However, all of these standard nutritional products when consumed over-and-over again can become boring.
It’s much the same effect as if you’ve decided to eat the same healthy meal time and again.
After a while you just can’t stomach it anymore.
The same can be said for the various healthy energy-boosters that marathon runners take.
So, rather than settling for a flavourless energy drink mid-race, they choose the sweet taste of coke.
Trust me, it will taste like heaven, and it can actually provide a mental boost as well.
The sweet taste of coke can be so comforting on the palate and the mind that it can literally propel a runner to the finish line.
How to Fuel Your Marathon Training & Races
So, as you can see, marathon runners will typically drink coke for the spike in energy it will give them.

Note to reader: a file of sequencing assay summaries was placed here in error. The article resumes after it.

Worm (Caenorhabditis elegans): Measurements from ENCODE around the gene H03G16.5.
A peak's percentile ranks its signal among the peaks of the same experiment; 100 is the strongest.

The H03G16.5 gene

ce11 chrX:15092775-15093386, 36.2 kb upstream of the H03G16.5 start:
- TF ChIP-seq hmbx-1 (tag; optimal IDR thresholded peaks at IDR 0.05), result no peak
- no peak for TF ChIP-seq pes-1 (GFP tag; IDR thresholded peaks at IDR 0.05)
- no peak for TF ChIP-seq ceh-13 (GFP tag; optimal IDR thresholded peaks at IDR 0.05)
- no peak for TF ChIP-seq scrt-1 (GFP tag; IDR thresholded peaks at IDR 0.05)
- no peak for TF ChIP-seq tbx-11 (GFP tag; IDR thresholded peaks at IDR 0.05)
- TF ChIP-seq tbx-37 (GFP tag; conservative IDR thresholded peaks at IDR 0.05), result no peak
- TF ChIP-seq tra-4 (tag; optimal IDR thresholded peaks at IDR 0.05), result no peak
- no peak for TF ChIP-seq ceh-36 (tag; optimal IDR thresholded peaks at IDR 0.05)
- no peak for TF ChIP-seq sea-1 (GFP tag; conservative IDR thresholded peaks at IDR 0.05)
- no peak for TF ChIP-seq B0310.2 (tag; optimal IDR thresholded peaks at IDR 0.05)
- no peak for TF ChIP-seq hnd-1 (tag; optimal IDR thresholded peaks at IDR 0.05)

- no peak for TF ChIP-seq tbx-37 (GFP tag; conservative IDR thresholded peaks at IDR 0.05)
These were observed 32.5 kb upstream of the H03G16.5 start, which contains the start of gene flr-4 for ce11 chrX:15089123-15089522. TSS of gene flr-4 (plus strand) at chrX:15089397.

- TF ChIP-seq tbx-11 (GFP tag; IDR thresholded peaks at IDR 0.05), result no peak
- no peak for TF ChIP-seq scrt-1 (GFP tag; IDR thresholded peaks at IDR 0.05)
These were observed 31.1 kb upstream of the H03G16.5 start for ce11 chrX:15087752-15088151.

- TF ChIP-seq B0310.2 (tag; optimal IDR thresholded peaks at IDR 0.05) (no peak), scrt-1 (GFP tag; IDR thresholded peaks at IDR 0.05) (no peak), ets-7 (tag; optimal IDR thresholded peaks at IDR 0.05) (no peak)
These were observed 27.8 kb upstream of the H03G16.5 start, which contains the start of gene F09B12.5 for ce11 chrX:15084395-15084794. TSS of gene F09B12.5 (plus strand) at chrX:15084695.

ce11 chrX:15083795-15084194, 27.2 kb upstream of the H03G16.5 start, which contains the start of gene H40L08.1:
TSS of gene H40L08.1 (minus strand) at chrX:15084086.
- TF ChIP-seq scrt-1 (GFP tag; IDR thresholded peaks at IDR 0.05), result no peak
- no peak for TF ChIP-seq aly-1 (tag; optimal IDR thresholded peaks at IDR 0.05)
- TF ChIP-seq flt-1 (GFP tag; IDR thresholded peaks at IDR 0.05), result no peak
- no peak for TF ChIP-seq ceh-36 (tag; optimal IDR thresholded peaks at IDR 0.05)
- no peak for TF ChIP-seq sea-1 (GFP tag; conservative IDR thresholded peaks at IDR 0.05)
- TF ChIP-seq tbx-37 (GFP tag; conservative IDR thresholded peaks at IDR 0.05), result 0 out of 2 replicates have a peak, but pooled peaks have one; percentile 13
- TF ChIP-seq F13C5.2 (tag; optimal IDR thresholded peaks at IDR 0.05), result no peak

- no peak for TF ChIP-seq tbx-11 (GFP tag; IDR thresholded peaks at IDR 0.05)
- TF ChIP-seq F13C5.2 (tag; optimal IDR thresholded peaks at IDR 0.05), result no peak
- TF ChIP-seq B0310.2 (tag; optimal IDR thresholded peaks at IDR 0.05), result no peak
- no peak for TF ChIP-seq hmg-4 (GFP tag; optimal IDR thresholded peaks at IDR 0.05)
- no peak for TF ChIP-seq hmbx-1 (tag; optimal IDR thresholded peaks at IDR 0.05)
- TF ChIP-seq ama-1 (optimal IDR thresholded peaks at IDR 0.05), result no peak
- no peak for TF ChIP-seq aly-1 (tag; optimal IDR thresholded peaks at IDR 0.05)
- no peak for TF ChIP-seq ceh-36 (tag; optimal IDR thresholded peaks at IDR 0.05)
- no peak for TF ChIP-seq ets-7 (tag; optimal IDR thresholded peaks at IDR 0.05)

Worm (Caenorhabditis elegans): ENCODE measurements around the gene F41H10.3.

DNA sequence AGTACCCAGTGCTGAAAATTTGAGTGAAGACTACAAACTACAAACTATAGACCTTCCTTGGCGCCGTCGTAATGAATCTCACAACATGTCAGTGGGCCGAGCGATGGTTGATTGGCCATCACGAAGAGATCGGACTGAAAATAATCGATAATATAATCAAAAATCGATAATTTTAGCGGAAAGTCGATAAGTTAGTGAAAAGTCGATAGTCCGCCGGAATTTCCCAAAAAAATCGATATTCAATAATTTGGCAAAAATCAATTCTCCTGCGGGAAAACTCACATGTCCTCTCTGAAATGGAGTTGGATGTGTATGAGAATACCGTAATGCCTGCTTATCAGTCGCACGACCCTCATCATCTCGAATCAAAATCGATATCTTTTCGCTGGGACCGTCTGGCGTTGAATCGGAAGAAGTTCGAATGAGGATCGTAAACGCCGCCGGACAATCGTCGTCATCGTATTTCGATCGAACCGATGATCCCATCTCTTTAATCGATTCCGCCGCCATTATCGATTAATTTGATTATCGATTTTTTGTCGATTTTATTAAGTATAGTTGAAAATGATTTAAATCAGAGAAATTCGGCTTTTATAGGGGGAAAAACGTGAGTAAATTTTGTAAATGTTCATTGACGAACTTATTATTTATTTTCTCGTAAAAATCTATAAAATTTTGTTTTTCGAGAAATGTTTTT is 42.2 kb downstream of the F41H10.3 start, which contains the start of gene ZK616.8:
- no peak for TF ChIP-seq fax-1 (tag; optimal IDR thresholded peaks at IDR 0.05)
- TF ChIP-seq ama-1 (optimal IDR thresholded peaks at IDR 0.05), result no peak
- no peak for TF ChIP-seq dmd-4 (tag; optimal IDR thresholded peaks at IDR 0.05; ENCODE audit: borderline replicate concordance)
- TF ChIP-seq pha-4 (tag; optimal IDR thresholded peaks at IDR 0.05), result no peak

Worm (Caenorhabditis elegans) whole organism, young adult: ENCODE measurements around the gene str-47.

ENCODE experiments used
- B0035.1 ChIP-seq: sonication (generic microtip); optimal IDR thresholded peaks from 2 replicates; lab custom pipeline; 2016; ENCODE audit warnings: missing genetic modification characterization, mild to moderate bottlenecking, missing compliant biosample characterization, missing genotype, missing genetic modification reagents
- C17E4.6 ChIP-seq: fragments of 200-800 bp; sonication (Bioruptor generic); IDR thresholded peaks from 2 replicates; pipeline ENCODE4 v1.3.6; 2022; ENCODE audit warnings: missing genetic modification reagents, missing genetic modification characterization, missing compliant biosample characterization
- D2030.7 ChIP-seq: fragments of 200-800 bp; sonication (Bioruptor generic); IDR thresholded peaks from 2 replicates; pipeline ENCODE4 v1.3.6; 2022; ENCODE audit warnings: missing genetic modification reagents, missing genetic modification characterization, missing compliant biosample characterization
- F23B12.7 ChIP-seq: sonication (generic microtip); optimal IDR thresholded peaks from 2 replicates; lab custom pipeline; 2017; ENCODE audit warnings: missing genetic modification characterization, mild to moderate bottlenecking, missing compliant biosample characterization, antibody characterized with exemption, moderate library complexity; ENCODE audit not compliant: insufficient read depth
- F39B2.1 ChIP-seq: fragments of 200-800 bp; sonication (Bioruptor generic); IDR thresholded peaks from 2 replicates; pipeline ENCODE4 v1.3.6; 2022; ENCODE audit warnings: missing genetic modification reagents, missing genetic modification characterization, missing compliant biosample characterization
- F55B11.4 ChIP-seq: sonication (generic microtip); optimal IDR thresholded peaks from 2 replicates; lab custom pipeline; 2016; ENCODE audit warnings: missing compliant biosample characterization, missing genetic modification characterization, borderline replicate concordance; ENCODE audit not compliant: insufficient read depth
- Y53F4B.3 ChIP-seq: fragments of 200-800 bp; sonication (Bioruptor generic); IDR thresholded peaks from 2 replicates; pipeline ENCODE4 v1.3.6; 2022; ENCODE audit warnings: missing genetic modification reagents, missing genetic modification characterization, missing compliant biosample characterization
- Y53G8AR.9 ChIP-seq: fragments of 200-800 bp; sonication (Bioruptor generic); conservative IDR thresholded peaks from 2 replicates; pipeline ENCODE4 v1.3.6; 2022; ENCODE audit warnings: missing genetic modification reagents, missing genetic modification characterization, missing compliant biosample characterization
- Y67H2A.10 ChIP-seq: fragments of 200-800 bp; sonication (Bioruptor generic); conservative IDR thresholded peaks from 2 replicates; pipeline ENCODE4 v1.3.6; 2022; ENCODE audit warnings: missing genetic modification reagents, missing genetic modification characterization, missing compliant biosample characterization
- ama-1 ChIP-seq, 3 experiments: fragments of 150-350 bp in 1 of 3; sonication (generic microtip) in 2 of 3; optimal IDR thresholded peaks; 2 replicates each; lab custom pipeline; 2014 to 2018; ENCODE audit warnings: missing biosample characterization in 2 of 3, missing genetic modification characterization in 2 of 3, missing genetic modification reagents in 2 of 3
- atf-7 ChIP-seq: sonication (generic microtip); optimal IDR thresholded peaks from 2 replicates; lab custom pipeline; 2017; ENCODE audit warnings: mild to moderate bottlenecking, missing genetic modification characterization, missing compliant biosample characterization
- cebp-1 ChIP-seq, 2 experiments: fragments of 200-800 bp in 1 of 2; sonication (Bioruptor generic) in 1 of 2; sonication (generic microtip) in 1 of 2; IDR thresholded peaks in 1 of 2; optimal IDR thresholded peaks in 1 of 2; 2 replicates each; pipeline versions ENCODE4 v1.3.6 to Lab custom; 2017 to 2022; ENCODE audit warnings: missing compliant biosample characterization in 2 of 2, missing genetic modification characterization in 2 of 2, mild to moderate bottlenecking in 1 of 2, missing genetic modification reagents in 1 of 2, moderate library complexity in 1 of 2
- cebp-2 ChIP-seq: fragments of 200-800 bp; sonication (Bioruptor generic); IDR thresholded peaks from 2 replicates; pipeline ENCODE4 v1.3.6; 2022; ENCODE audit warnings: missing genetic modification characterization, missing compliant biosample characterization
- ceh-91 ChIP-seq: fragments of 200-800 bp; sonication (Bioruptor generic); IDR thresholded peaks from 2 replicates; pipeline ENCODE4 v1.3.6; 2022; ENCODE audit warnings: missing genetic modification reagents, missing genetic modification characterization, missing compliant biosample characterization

However, it should preferably be consumed decarbonated and flat, as the carbon dioxide content can lead to bloating.
It’s also important to consume coke at the right time, which is usually towards the end of the race.
This is when most marathon runners require a boost to keep them going.
Coke is also consumed by various athletes, especially endurance athletes, for exactly the same reasons.
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Hi, I’m Partha, the founder of My Bodyweight Exercises. I’m someone who’s been passionate about exercise and nutrition for more years than I care to remember. I’ve studied, researched, and honed my skills for a number of decades now. So, I’ve created this website to hopefully share my knowledge with you. Whether your goal is to lose weight, burn fat, get fitter, or build muscle and strength, I’ve got you covered.